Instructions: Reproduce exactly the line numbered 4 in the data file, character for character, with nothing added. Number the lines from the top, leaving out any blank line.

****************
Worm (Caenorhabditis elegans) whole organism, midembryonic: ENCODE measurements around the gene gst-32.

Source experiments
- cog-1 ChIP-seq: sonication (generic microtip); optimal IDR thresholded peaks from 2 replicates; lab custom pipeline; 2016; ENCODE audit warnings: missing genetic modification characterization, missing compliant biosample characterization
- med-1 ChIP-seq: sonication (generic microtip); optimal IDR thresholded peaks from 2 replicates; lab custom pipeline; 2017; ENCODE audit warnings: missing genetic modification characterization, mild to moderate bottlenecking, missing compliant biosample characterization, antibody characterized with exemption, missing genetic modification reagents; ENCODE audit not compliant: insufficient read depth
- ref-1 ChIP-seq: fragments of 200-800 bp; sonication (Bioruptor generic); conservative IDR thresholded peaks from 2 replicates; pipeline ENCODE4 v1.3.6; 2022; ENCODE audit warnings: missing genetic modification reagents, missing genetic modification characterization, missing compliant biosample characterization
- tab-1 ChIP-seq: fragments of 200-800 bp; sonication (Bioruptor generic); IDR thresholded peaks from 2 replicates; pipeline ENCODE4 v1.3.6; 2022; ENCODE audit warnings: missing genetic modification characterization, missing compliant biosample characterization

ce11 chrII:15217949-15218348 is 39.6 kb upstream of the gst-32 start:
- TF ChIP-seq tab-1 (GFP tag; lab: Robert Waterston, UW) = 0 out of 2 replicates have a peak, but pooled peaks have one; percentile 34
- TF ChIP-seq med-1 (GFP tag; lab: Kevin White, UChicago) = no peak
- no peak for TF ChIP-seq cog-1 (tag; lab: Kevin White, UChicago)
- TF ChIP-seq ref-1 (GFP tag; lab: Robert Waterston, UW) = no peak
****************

- med-1 ChIP-seq: sonication (generic microtip); optimal IDR thresholded peaks from 2 replicates; lab custom pipeline; 2017; ENCODE audit warnings: missing genetic modification characterization, mild to moderate bottlenecking, missing compliant biosample characterization, antibody characterized with exemption, missing genetic modification reagents; ENCODE audit not compliant: insufficient read depth